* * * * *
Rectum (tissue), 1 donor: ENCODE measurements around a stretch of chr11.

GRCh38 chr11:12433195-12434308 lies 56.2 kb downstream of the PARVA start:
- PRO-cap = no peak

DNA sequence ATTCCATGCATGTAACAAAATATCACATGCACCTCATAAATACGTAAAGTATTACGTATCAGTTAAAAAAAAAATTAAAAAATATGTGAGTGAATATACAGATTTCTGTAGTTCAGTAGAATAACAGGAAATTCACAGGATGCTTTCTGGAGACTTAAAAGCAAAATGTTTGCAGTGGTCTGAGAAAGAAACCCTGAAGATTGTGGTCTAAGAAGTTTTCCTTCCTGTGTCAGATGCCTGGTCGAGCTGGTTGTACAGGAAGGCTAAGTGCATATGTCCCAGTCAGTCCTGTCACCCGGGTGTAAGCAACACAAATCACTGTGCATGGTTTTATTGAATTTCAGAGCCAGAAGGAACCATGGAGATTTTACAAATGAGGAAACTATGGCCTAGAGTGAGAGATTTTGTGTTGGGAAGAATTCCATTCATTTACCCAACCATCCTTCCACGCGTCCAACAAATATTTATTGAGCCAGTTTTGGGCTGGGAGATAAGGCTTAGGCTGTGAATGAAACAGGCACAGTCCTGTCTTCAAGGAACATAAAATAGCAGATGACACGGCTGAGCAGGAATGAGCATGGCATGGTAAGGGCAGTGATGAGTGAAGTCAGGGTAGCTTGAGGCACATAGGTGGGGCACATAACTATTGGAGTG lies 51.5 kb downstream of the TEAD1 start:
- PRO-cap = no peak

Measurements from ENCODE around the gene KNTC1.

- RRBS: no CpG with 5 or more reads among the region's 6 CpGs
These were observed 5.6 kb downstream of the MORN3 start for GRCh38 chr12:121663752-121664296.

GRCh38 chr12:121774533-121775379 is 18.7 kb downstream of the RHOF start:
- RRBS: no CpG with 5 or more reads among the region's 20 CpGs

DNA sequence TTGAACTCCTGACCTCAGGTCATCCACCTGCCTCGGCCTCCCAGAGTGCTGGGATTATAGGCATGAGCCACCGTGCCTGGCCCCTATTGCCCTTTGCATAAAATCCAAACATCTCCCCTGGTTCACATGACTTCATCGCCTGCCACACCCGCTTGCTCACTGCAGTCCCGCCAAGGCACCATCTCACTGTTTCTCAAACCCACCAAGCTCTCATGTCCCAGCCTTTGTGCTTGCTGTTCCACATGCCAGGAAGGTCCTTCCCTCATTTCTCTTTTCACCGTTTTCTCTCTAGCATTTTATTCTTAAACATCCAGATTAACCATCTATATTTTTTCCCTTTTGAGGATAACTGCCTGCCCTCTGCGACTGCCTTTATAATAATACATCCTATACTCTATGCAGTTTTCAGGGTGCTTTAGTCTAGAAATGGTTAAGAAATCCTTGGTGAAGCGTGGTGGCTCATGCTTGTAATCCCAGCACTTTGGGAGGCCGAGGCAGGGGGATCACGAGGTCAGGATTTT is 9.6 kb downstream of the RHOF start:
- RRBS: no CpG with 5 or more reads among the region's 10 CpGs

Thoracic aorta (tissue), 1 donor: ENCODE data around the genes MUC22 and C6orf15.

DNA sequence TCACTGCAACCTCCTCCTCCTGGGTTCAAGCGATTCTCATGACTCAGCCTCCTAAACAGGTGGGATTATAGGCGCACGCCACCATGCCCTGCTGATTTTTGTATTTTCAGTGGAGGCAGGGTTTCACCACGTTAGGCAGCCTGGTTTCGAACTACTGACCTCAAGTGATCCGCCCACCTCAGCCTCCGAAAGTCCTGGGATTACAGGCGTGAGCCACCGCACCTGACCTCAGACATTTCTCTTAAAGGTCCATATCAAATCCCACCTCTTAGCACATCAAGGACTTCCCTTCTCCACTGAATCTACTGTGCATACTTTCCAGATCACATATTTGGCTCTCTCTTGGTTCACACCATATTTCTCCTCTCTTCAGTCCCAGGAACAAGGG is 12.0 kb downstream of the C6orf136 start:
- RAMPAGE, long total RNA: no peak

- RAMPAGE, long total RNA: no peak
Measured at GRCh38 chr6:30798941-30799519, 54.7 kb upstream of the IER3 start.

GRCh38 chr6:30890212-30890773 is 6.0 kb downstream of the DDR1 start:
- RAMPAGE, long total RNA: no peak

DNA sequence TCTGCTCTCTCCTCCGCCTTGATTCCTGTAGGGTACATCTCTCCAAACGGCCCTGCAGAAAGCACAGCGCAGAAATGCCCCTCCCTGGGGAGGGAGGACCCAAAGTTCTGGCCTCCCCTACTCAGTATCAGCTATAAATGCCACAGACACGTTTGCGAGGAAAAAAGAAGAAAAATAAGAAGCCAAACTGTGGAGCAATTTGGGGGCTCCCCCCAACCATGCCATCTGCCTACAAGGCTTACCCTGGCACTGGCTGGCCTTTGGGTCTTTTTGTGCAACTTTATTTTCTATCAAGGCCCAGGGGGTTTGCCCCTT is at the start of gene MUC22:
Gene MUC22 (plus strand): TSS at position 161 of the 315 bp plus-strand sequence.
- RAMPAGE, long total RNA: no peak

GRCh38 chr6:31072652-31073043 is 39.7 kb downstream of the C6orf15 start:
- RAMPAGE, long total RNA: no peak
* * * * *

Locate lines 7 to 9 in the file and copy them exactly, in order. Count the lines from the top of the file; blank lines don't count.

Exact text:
- RRBS: no CpG with 5 or more reads among the region's 6 CpGs
These were observed 5.6 kb downstream of the MORN3 start for GRCh38 chr12:121663752-121664296.

GRCh38 chr12:121774533-121775379 is 18.7 kb downstream of the RHOF start: